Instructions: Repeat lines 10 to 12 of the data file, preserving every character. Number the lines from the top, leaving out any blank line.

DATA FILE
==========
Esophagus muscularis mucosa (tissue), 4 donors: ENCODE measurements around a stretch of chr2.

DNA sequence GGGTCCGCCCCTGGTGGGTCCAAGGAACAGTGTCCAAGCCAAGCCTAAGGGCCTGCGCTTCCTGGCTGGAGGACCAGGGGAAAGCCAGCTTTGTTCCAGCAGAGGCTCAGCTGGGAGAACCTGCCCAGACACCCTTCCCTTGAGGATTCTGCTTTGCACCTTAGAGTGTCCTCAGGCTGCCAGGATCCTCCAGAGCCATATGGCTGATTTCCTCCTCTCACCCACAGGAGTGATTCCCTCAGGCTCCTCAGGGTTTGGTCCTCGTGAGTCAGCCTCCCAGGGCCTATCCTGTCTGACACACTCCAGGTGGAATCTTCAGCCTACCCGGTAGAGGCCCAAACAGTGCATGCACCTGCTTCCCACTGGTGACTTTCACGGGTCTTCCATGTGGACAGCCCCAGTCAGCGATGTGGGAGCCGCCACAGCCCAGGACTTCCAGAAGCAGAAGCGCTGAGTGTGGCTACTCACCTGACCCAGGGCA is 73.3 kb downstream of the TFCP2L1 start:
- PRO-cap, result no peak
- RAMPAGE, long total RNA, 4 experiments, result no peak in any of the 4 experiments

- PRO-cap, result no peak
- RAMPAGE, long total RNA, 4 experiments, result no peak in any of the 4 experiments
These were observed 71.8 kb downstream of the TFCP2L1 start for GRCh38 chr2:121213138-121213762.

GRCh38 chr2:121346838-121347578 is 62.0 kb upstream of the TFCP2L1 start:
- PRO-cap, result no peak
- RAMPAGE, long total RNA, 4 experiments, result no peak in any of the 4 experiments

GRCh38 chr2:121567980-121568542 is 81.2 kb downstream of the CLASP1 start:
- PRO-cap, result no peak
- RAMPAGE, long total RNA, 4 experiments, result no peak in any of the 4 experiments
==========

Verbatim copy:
- RAMPAGE, long total RNA, 4 experiments, result no peak in any of the 4 experiments

GRCh38 chr2:121567980-121568542 is 81.2 kb downstream of the CLASP1 start:
- PRO-cap, result no peak